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Paul Jones, the associate producer, appears as the portrait of "Dear Joseph", the dead husband, early in the film.
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The film's opening dedication, "To the memory of those who made us laugh: the motley mountebanks, the clowns, the buffoons, in all times and nations, whose efforts have lightened our burden a little, this picture is affectionately dedicated." with the added phrase "...in this cockeyed caravan..." was initially to be spoken by Joel McCrea in an epilogue as if it was to be the prologue for the comedy he intended to make. In the original script the prologue Preston Sturges initially wrote was, "This is the story of a man who wanted to wash an elephant. The elephant darn near ruined him."
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Joel McCrea and Veronica Lake did not get along during filming. McCrea subsequently turned down the lead role in I Married a Witch (1942) because he did not want to work with Lake again. They did, however, appear together again in Ramrod (1947).
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The U.S. government's World War II Office of Censorship in New York formally disapproved exporting this film during wartime because of the "long sequence showing life in a prison chain gang which is most objectionable because of the brutality and inhumanity with which the prisoners are treated." This disapproval conformed with the department's policy of not exporting any film that could be turned into enemy propaganda. The department suggested deletions which would have made the picture acceptable under their guidelines; however, the producers declined this opportunity.
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The movie's poster was #19 of "The 25 Best Movie Posters Ever" by Premiere.
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Preston Sturges wanted Veronica Lake from the very beginning after admiring her work in I Wanted Wings (1941).
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The opening sequence - with Capital and Labor fighting on top of a moving train as it crosses a moonlit lake - is scored with the third movement of Beethoven's (so-called) "Moonlight" sonata. It was probably chosen for the connection with the sonata's popular title, and because the music itself sounds like silent-movie "chase" music.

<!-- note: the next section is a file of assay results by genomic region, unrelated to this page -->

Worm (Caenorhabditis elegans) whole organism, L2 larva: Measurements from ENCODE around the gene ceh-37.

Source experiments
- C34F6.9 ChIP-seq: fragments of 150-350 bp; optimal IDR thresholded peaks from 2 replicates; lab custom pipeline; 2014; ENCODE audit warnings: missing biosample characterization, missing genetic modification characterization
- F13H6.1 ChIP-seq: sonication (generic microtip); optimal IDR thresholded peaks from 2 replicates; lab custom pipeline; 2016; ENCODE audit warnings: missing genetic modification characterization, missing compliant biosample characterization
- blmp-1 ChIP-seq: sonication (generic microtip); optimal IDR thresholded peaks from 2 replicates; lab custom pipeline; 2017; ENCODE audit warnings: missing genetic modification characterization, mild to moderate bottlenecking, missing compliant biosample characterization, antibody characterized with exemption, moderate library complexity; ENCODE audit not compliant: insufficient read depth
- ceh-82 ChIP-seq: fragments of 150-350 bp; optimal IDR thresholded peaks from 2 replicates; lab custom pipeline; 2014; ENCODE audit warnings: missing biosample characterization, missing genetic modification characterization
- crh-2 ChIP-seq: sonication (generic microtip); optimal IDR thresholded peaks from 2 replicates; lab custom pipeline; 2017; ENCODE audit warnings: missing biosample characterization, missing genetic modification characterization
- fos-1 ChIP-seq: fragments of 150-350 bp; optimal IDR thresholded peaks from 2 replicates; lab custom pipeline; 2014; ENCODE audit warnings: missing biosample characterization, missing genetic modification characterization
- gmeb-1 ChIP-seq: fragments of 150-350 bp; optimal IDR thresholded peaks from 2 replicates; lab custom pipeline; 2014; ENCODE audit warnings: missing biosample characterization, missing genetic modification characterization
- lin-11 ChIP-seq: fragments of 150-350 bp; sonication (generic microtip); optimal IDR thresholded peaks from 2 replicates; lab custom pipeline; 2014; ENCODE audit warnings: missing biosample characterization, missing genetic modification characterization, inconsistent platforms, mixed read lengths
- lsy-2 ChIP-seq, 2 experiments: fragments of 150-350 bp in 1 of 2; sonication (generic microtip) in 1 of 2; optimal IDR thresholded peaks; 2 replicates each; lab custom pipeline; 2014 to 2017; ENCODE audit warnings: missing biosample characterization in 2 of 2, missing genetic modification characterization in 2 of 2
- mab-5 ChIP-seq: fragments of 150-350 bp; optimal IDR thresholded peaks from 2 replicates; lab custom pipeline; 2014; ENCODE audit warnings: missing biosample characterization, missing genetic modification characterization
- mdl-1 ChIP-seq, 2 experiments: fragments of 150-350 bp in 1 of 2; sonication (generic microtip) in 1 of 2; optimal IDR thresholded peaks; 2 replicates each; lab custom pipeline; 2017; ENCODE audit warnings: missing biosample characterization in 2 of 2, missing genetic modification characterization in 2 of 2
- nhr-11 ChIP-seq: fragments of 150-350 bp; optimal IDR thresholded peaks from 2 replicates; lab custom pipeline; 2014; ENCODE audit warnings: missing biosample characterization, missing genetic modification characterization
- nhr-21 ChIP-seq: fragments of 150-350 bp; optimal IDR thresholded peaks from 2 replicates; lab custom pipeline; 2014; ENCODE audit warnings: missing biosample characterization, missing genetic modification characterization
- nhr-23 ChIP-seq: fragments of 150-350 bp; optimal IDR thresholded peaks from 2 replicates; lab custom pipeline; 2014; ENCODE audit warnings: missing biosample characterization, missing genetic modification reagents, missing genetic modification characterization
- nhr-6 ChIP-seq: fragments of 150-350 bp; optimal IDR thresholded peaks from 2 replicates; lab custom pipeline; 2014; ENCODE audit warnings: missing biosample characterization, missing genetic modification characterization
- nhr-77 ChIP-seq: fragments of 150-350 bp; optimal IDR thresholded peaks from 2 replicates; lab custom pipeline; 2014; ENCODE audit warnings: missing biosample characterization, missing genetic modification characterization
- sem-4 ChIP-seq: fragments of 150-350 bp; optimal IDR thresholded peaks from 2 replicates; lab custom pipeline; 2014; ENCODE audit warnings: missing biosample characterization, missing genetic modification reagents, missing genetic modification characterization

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Paramount purchased Preston Sturges's script for this movie for $6,000 (adjusted for inflation: approximately $105,000 in 2019).
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The "Poverty Montage" took seven hours to film, four hours longer than anticipated.
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In 2007, the American Film Institute ranked this as the #61 Greatest Movie of All Time. It was the first inclusion of this film on the list.
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This film was selected into the National Film Registry in 1990 for being "culturally, historically, or aesthetically significant".
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In the airplane scene, the author of the book "Oh Brother, Where Art Thou?" is shown to be "Sinclair Beckstein", an amalgamation of the names of authors Upton Sinclair, Sinclair Lewis, and John Steinbeck.
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Frances Farmer tested for the role of The Girl, which eventually went to Veronica Lake.
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Studio brass thought Veronica Lake was wrong for the part and suggested a number of other actresses, including Ida Lupino, Lucille Ball, Frances Farmer and Ruby Keeler.